Kingfish, yellowtail

Seriola lalandi

Method of production — Farmed
Production country — Australia
Production method — Open net pen
Certification — Aquaculture Stewardship Council (ASC) certification
Picture of Kingfish, yellowtail

Sustainability rating two info

Sustainability overview

Updated: June 2020.

The Aquaculture Stewardship Council (ASC) has developed production standards for environmentally and socially responsible aquaculture, including Seriola and cobia. ASC certified Seriola is good seafood choice as production standards ensure that the environmental impacts of production are minimised and the products can be easily identified by the consumer facing ASC label on pack.

This rating is based on full compliance with certification requirements. Commercial buyers should therefore ensure that full compliance has been achieved in order for this rating to be applicable.

Feed Resources

Criterion score: -2 info

The Aquaculture Stewardship Council (ASC) standard for feed is under development and in 2016, it published an interim solution for the ASC Marine Feed Ingredients. Under the ASC Standard, non-marine ingredients do not need to be from sources certified by an ISEAL Member’s certification until 2023. The aquaculture feeds used by Dutch producers of S. lalandi are produced by suppliers that have a responsible feed sourcing policy, however the implementation of this cannot be verified. The majority of terrestrial inputs used in the formulation of these diets is traceable to the country of origin, however the responsible sourcing of these cannot be assured at this time. The Feed Fish Dependency Ratio for this species currently indicates that more fish protein is required in the diet than these fish produce, making them a net consumer of fish rather than a net producer.

Environmental Impacts

Criterion score: 1 info

The requirements of the Aquaculture Stewardship Council (ASC) standard do much to mitigate against environmental impacts of production via specific, audited criteria. In the ASC standard, only fingerlings that are produced in hatcheries may be used for grow-out purposes. Marine net pen culture systems inevitably discharge fish wastes directly into the aquatic environment. The ASC standard has indicators to ensure all biological and non-biological waste produced by a farm is recycled, reused or disposed of properly and does not affect neighbouring communities. There is a potential problem with parasites and pathogenic disease outbreak but these do not appear to present any population-level threats to wild species in the region. The impact on wild species is limited by effective management and a Fish Health Management Plan (FHMP) is in place. Chemicals are used but the environmental impact of chemical use is effectively regulated by the ASC standard. Open net pens are vulnerable to larger escape events, as well as frequent trickle losses. The ASC Standard seeks to address farmed fish escapes by demanding a rigorous farm management system to minimise risk of escapes. Lethal control of predators is only used where worker safety is at immediate risk.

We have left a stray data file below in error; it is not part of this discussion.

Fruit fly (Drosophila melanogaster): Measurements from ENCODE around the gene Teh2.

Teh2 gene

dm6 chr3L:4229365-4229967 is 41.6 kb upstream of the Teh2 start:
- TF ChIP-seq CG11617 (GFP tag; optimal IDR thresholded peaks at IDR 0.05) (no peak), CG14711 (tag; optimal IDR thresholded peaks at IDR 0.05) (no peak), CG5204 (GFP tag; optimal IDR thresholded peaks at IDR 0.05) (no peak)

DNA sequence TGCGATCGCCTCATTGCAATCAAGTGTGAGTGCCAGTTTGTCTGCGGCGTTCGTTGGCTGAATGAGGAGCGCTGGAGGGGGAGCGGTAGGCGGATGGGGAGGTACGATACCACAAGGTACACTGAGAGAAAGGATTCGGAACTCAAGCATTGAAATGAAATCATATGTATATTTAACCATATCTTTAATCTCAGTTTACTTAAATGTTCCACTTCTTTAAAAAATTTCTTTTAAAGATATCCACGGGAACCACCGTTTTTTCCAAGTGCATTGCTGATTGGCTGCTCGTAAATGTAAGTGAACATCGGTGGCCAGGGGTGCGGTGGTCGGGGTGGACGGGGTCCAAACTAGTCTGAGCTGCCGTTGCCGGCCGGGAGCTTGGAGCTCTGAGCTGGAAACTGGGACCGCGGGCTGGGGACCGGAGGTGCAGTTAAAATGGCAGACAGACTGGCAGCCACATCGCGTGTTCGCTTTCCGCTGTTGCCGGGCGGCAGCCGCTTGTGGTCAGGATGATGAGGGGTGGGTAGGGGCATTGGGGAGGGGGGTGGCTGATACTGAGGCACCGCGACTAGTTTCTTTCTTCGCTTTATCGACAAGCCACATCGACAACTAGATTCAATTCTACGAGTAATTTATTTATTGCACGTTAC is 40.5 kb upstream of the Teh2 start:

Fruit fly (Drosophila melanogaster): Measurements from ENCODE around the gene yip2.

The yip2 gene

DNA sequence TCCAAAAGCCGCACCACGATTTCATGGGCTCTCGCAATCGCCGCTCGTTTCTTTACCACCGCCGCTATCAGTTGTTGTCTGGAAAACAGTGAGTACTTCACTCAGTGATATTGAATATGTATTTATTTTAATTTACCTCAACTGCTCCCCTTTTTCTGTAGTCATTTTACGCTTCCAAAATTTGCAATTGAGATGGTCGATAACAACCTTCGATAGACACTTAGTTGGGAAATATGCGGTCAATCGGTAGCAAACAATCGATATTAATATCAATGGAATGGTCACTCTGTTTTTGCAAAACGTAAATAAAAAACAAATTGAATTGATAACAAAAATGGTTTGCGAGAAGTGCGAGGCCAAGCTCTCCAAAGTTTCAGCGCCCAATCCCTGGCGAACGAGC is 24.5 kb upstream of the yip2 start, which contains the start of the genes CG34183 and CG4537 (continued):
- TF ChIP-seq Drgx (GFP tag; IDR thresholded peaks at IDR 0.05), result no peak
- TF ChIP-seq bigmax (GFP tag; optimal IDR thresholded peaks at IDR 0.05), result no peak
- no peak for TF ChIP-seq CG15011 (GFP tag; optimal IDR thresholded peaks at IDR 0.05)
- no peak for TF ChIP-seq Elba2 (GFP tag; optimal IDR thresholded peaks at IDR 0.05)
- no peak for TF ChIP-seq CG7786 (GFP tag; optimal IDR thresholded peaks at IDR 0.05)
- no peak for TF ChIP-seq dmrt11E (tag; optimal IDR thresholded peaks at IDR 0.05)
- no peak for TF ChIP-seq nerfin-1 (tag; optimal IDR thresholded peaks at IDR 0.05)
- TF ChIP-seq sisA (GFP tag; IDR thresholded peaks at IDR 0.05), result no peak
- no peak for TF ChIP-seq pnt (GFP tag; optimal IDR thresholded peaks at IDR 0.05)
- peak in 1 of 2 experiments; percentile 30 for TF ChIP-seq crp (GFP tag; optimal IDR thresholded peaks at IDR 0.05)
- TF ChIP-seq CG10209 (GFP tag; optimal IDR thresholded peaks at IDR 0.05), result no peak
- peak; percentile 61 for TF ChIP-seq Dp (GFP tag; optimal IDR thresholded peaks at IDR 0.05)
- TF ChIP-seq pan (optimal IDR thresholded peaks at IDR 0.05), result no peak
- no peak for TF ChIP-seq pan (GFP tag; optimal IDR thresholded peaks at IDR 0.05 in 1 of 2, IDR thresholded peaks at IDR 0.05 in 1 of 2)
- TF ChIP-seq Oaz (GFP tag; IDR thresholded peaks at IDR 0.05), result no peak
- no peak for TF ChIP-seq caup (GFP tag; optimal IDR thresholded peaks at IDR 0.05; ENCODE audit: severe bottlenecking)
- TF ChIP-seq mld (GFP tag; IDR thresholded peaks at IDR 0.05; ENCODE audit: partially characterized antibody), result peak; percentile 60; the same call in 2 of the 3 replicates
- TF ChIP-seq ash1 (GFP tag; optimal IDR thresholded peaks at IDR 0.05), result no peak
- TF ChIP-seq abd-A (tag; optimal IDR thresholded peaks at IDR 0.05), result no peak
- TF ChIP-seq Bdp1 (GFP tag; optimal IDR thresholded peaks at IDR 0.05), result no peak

Fish Health and Welfare

Criterion score: 0 info

The ASC standard has criteria to ensure animal welfare but does not include humane slaughter, however farms must provide evidence of compliance with the World Organisation for Animal Health, OIE Aquatic Animal Health Code (2019). The code addresses the welfare of farmed fish, intended for human consumption, during stunning and killing including transport and holding immediately prior to stunning.

Management

Criterion score: 6 info

The ASC Seriola & Cobia Standard addresses the environmental impacts of Seriola aquaculture, which is further supported by country level regulations. While there is no requirement for certified farms to be subject to any strategic environmental planning, the State of South Australia incorporate strategic environmental planning at a regional level.

The ASC standards cover the main environmental and social impacts of aquaculture, including fish health, feed and fair employment conditions, by setting metric-based indicators. Farms are assessed annually by external auditors and results published. ASC products are traceable throughout the supply chain. ASC is the only ISEAL compliant aquaculture certification scheme.

Production method

Open net pen

Most Seriola sold in the UK are farmed in open net pens in the sea. These are floating cages suspended in the sea and held in place by moorings underneath the cages.

Alternatives

Based on method of production, fish type, and consumer rating: only fish rated 2 and below are included as an alternative in the list below. Click on a name to show the sustainable options available.

Anchovy, anchovies
Arctic char
Herring or sild
Horse Mackerel, Scad
Kingfish, yellowtail
Mackerel
Salmon, Atlantic (Farmed)
Salmon, Chum, Keta, Calico or Dog salmon
Salmon, Pink, Spring , humpback
Salmon, Sockeye , Red Salmon, Bluebacks, Redfish
Swordfish
Trout, Rainbow
Tuna, albacore